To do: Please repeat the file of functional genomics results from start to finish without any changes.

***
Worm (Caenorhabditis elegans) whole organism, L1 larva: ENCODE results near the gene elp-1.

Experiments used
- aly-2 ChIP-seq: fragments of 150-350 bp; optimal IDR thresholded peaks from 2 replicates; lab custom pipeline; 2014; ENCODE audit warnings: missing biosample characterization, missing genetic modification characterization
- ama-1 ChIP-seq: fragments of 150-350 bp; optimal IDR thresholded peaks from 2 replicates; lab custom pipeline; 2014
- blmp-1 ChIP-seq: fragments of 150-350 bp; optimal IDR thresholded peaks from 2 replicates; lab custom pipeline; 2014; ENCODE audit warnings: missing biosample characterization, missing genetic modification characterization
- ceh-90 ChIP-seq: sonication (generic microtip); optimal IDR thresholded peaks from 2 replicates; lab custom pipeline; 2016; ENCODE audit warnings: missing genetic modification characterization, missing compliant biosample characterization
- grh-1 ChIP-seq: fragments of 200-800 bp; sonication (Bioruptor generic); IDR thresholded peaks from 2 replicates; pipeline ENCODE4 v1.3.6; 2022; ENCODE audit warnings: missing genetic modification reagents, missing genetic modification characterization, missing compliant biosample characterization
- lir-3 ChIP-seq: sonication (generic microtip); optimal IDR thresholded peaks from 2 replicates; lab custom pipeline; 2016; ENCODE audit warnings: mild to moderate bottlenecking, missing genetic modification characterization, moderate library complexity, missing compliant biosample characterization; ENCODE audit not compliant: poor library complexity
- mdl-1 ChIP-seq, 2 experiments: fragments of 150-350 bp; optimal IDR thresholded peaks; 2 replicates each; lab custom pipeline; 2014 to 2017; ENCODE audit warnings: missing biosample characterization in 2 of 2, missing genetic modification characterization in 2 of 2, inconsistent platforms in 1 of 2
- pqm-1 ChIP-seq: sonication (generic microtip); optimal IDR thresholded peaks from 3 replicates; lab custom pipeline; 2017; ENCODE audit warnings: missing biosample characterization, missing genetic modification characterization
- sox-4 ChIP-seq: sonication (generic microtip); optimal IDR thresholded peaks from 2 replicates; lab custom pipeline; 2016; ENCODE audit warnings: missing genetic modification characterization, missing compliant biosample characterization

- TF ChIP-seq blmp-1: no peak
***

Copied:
Worm (Caenorhabditis elegans) whole organism, L1 larva: ENCODE results near the gene elp-1.

Experiments used
- aly-2 ChIP-seq: fragments of 150-350 bp; optimal IDR thresholded peaks from 2 replicates; lab custom pipeline; 2014; ENCODE audit warnings: missing biosample characterization, missing genetic modification characterization
- ama-1 ChIP-seq: fragments of 150-350 bp; optimal IDR thresholded peaks from 2 replicates; lab custom pipeline; 2014
- blmp-1 ChIP-seq: fragments of 150-350 bp; optimal IDR thresholded peaks from 2 replicates; lab custom pipeline; 2014; ENCODE audit warnings: missing biosample characterization, missing genetic modification characterization
- ceh-90 ChIP-seq: sonication (generic microtip); optimal IDR thresholded peaks from 2 replicates; lab custom pipeline; 2016; ENCODE audit warnings: missing genetic modification characterization, missing compliant biosample characterization
- grh-1 ChIP-seq: fragments of 200-800 bp; sonication (Bioruptor generic); IDR thresholded peaks from 2 replicates; pipeline ENCODE4 v1.3.6; 2022; ENCODE audit warnings: missing genetic modification reagents, missing genetic modification characterization, missing compliant biosample characterization
- lir-3 ChIP-seq: sonication (generic microtip); optimal IDR thresholded peaks from 2 replicates; lab custom pipeline; 2016; ENCODE audit warnings: mild to moderate bottlenecking, missing genetic modification characterization, moderate library complexity, missing compliant biosample characterization; ENCODE audit not compliant: poor library complexity
- mdl-1 ChIP-seq, 2 experiments: fragments of 150-350 bp; optimal IDR thresholded peaks; 2 replicates each; lab custom pipeline; 2014 to 2017; ENCODE audit warnings: missing biosample characterization in 2 of 2, missing genetic modification characterization in 2 of 2, inconsistent platforms in 1 of 2
- pqm-1 ChIP-seq: sonication (generic microtip); optimal IDR thresholded peaks from 3 replicates; lab custom pipeline; 2017; ENCODE audit warnings: missing biosample characterization, missing genetic modification characterization
- sox-4 ChIP-seq: sonication (generic microtip); optimal IDR thresholded peaks from 2 replicates; lab custom pipeline; 2016; ENCODE audit warnings: missing genetic modification characterization, missing compliant biosample characterization

- TF ChIP-seq blmp-1: no peak